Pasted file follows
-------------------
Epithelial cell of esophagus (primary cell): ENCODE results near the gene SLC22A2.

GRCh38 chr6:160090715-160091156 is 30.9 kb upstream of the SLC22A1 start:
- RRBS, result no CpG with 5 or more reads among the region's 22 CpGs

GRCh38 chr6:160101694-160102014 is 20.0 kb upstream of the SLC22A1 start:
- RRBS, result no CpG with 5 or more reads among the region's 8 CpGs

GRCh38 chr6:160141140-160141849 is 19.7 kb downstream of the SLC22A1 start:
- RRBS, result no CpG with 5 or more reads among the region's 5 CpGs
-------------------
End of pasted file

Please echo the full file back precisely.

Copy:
Epithelial cell of esophagus (primary cell): ENCODE results near the gene SLC22A2.

GRCh38 chr6:160090715-160091156 is 30.9 kb upstream of the SLC22A1 start:
- RRBS, result no CpG with 5 or more reads among the region's 22 CpGs

GRCh38 chr6:160101694-160102014 is 20.0 kb upstream of the SLC22A1 start:
- RRBS, result no CpG with 5 or more reads among the region's 8 CpGs

GRCh38 chr6:160141140-160141849 is 19.7 kb downstream of the SLC22A1 start:
- RRBS, result no CpG with 5 or more reads among the region's 5 CpGs